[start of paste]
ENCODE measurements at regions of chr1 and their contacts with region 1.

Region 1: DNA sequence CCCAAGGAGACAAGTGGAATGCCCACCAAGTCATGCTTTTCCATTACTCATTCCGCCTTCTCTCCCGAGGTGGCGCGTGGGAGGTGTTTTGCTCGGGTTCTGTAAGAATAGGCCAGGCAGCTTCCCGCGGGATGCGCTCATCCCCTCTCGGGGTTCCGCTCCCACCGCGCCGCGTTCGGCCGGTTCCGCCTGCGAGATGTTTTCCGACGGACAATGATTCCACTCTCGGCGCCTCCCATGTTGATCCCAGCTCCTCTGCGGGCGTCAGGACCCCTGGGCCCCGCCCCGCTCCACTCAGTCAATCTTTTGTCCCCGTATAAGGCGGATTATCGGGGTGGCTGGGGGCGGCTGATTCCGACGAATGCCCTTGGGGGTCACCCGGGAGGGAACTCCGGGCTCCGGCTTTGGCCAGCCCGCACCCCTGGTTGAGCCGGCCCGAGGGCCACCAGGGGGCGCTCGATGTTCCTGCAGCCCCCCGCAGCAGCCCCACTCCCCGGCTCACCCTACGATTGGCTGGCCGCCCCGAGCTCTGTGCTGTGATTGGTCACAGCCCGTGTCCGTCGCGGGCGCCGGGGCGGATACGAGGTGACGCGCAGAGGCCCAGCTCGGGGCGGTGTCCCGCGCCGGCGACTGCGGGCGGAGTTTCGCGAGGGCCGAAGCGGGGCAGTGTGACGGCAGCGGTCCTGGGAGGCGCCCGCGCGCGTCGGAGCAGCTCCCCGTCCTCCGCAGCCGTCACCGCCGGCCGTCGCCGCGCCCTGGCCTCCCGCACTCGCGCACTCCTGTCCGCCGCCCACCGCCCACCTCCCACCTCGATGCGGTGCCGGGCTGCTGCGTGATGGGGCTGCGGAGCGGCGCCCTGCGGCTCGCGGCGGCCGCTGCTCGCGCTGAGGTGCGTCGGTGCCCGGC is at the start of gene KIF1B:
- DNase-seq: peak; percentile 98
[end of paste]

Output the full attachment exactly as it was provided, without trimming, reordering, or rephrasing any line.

ENCODE measurements at regions of chr1 and their contacts with region 1.

Region 1: DNA sequence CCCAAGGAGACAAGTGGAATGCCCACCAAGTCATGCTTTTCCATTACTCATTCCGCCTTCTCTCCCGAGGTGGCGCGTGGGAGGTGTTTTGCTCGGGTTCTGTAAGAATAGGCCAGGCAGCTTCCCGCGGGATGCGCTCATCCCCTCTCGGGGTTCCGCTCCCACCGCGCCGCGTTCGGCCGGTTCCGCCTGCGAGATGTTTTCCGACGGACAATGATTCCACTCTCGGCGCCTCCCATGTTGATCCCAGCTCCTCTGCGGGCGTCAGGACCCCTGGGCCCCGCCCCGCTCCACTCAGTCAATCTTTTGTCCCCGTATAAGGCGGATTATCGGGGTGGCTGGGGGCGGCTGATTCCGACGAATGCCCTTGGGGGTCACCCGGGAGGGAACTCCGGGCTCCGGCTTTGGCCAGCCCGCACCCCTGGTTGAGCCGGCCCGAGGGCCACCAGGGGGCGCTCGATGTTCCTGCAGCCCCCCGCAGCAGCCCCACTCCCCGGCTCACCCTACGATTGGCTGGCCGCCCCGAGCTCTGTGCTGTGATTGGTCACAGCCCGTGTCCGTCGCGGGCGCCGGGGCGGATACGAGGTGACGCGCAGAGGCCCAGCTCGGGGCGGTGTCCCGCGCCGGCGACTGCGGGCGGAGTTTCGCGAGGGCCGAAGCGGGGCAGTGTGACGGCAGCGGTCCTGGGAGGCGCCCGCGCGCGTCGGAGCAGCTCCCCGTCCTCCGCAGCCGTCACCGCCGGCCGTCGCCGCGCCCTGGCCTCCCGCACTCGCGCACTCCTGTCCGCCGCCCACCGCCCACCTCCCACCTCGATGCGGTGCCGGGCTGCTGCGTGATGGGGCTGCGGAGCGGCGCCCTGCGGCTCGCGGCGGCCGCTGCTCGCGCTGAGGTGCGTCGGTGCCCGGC is at the start of gene KIF1B:
- DNase-seq: peak; percentile 98